This article revives an accentuation of ιαται present in a number of medieval minuscules that has been neglected by most critical editions of the Greek New Testament since Erasmus. It argues that there is good external and internal evidence for reading ιαται in Mark 5:29 as the present tense-form (ἰᾶται) rather than the universally accepted perfect tense-form (ἴαται). The accentuation in medieval Greek witnesses provides both the present and the perfect as viable interpretations. Although the perfect ἴαται occurs dramatically less often than the present tense-form, the Markan text’s use of present tense-form verbs for indirect internal discourse strongly supports reading ιαται in Mark 5:29 as ἰᾶται, a reading that the Old Latin versions confirm. In light of the lexical semantics of ἰᾶται in ancient Greek literature and the OG, as well as the grammatical subject implied by ἰᾶται in Mark 5:29 (which the author argues to be the woman’s body), one should understand the verb as a passive middle.

Open Access
In: Novum Testamentum
Author:

Abstract

This article queries whether Paul wrote Galatians with reference to epistolary conventions for ironic letters. First, the author explores the use of the θαυµάζω + conjunction “epistolary formula” in the non-literary papyri to determine the relationship between this expression, irony, and Gal 1:6. Then, he weighs the evidence for an ironic reading of Gal 1:6 itself before turning to the extant ancient letter writing handbooks to assess the extent to which Gal 1:6 meaningfully parallels the ironic letters in the handbooks. The author argues that while an ironic reading of Gal 1:6 is plausible, there is no evidence that Paul has crafted Galatians with reference to epistolary conventions for ironic letters.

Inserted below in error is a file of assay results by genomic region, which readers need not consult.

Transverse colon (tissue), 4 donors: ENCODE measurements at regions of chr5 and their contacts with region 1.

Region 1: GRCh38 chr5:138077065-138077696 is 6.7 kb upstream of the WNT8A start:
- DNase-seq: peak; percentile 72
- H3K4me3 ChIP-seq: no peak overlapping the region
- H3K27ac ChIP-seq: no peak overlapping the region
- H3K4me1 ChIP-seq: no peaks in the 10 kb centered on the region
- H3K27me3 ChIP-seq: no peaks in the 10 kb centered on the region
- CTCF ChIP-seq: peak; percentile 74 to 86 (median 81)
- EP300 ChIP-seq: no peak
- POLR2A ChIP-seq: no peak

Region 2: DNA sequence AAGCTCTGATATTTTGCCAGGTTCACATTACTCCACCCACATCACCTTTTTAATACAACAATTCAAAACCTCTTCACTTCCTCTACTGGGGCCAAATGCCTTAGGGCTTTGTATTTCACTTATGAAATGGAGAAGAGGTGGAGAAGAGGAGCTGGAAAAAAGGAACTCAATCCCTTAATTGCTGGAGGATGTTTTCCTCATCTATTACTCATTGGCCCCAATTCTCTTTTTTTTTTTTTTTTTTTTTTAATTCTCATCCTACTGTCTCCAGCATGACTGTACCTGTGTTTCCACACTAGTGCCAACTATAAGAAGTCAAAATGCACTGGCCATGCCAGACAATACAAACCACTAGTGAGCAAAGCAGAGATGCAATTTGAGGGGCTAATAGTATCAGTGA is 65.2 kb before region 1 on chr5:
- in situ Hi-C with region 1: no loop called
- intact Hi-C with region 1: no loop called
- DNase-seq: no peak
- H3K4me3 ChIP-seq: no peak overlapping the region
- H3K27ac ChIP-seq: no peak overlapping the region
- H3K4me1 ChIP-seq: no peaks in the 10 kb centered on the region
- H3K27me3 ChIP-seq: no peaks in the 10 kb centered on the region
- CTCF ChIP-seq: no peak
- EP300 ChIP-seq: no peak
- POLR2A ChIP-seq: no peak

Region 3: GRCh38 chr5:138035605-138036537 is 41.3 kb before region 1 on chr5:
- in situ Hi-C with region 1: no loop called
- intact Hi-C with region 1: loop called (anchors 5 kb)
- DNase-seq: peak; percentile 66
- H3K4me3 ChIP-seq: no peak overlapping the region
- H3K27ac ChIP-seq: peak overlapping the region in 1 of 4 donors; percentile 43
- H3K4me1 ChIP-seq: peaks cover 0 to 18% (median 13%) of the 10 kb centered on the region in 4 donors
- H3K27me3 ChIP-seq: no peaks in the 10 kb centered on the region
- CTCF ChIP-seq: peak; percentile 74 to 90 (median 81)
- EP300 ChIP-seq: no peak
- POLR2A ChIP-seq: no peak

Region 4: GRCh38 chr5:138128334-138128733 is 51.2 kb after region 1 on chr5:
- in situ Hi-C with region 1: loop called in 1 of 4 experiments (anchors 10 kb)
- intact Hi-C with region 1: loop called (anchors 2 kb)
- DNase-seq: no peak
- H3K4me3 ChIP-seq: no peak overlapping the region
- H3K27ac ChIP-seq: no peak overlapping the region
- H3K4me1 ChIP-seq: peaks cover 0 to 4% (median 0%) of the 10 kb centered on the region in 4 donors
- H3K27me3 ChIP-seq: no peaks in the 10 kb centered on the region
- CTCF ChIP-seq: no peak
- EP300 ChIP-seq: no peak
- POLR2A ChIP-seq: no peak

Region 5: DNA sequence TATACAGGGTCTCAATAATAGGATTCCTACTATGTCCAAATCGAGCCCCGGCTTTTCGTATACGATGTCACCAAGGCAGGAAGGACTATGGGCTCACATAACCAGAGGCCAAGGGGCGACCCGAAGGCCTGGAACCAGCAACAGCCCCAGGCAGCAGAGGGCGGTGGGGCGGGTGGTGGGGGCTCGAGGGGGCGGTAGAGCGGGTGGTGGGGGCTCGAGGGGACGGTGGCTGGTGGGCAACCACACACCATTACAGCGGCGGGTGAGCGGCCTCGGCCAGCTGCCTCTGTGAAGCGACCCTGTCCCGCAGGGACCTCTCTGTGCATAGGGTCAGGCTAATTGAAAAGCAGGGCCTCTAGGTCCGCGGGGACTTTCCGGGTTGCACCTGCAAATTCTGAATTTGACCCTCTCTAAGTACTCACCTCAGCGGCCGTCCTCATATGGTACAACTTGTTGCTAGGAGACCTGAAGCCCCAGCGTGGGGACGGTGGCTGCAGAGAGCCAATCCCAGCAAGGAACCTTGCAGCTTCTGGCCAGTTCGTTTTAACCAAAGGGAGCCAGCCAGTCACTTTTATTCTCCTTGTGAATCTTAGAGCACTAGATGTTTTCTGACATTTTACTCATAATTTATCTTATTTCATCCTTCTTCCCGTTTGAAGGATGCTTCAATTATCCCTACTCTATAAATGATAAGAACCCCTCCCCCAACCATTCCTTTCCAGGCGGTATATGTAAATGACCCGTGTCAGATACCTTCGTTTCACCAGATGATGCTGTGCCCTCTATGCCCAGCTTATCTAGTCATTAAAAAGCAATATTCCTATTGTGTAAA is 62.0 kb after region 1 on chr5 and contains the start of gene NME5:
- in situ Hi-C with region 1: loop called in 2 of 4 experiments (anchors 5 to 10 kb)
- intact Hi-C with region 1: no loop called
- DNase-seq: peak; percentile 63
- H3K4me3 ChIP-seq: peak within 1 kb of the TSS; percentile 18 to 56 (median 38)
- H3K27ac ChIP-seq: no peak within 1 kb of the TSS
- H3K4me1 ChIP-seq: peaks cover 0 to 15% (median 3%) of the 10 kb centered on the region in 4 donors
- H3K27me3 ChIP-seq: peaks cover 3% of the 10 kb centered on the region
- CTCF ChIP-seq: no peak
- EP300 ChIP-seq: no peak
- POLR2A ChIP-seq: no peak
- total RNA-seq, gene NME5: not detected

Open Access
In: Novum Testamentum
Volume Editors: and
The four kingdoms motif enabled writers of various cultures, times, and places, to periodize history as the staged succession of empires barrelling towards an utopian age. The motif provided order to lived experiences under empire (the present), in view of ancestral traditions and cultural heritage (the past), and inspired outlooks assuring hope, deliverance, and restoration (the future). Four Kingdom Motifs before and beyond the Book of Daniel includes thirteen essays that explore the reach and redeployment of the motif in classical and ancient Near Eastern writings, Jewish and Christian scriptures, texts among the Dead Sea Scrolls, Apocrypha and pseudepigrapha, depictions in European architecture and cartography, as well as patristic, rabbinic, Islamic, and African writings from antiquity through the Mediaeval eras.